I must admit to having high hopes for the Ryder Boots. I was hoping for a Canadian winter-appropriate boot that fit well. I am extremely happy that VB made the last wide enough for a midfoot as wide as mine but the equally wide heel area makes the boot slip down with every step. This can be alleviated with a sock thickness solution but does require some trial and error. I was also hoping for an outsole that would be safe in snowy conditions but the road outsole is simply not sufficient for this type of use. The Ryders look beautiful and are warm, water-resistant, super easy to get on and off, and have great proprioceptive feedback but I can’t safely wear them often where I live because they are not safe in slippery conditions. Even with their 3.0 mm sole, the rubber is not soft or sticky enough in colder temperatures to allow my feet to grip contours in the ground. I do enjoy wearing them for quick trips around town but I’m extremely careful where I step.

For more information about the Ryder Boot, you can check out the VIVOBAREFOOT website.

Winter Minimalist Boot Comparison

This article has been years in the making. I started writing minimalist footwear reviews in 2009 and only recently has a winter minimalist boot comparison been possible as the options for this type of footwear have been extremely limited. I finally have six pairs of currently available models to compose a comparison review of this all-important category of footwear. (Keep in mind, I live in Canada where winter footwear is worn at least five months of the year and can conceivably be worn all year depending on the weather :) ).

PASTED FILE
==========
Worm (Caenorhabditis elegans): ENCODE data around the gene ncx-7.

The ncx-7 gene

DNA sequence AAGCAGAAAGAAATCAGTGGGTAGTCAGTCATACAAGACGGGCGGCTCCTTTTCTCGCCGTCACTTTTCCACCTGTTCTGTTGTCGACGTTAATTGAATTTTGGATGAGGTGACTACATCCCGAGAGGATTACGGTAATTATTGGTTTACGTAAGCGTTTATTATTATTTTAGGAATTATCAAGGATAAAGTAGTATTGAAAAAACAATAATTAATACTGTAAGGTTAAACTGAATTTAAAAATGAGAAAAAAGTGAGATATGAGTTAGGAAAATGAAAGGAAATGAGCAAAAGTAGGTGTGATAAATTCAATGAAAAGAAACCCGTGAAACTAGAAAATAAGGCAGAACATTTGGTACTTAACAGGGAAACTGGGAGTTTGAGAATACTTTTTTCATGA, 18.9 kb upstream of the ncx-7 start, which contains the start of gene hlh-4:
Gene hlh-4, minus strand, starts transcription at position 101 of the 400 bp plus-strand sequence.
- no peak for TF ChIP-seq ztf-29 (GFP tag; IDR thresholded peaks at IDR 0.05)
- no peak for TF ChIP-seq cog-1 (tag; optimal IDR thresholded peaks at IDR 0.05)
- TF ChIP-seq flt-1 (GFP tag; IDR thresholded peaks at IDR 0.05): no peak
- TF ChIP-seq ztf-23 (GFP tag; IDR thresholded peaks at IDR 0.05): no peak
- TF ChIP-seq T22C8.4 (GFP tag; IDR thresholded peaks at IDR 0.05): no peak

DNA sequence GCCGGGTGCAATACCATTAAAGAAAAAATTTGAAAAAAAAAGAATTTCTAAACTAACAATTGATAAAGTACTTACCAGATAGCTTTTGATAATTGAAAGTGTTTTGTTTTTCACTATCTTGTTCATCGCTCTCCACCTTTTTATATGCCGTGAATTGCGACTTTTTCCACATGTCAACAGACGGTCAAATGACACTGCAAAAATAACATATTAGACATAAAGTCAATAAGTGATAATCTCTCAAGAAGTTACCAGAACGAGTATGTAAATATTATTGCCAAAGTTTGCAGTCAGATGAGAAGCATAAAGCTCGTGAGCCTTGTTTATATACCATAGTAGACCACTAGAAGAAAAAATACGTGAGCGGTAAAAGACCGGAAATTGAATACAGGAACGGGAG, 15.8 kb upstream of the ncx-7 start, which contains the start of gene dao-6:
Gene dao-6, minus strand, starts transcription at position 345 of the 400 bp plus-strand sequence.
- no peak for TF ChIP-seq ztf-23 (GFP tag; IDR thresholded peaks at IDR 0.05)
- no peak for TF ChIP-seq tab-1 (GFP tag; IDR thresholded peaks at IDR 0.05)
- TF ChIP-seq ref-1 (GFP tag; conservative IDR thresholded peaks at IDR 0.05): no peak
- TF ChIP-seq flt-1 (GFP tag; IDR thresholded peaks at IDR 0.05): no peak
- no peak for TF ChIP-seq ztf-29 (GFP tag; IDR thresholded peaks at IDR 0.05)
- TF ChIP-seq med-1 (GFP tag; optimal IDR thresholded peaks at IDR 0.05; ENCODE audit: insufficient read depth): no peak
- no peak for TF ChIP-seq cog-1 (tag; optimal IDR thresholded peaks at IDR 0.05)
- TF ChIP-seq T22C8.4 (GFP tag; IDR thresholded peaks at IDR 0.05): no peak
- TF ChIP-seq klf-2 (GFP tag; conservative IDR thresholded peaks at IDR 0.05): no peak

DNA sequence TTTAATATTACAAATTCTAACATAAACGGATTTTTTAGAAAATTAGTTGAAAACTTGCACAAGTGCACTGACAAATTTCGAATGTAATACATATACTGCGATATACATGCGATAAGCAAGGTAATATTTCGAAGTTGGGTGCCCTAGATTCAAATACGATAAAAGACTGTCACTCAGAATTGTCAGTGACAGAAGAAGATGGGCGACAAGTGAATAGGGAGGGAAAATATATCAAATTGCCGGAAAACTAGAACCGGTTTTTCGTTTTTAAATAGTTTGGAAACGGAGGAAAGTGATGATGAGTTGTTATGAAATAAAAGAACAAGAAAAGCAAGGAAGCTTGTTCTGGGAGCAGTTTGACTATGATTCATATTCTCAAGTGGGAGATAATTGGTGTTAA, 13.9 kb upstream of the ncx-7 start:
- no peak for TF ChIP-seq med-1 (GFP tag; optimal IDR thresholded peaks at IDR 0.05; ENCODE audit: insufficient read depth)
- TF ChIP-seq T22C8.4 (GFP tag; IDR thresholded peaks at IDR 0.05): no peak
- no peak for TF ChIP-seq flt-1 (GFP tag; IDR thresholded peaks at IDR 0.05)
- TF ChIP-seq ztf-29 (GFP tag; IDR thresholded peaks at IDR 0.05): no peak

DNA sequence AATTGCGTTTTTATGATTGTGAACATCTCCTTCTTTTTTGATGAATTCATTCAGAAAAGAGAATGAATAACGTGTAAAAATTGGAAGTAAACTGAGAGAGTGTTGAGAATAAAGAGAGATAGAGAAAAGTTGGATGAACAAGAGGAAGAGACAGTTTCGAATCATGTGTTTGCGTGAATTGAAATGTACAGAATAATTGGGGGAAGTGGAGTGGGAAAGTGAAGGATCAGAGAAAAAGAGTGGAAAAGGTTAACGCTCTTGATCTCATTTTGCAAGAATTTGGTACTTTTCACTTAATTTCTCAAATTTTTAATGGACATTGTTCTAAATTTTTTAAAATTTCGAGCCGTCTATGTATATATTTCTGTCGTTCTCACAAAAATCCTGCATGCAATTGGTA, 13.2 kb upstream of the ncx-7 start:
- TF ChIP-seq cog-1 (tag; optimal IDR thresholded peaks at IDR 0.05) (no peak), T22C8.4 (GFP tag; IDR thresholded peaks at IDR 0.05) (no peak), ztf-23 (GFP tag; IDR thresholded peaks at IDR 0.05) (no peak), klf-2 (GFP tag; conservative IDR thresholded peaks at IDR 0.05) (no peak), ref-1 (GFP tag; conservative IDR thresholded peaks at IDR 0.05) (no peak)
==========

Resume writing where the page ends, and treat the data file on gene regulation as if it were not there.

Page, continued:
On to the boots, listed in alphabetical order (click on the name for my review and the picture to view larger):

Feelmax Kuuva 2Feelmax Kuuva 2
This unisex, low-calf boot from Finland has an extremely minimal rubber outsole, is made of water-resistant leatherbuck and suede, and features ten pairs of lace eyelets and hooks placed from below the toes to the top of the boot for a very personal fit. It has a roomy toe box and last, and a very comfortable feel throughout. It is currently only available in black and retails for 169.00 € from Feelmax or $165.99 USD from Gifts from Finland.


Lems Shoes Boulder BootLems Shoes Boulder Boots
This just-above-the-ankle boot is available for both men and women. It is made of water-resistant nylon with a cotton insulating layer throughout the interior. It has a 9.0 mm rubber outsole with 3.0 mm grip depth. It features seven lace eyelets for a custom fit starting at the midfoot to above the ankle. The last is very wide in the toe box but the laces allow a personalized fit to keep the boot firmly in place on the foot. It is currently available in black, grey, and brown for $115.00 USD from Lems Shoes.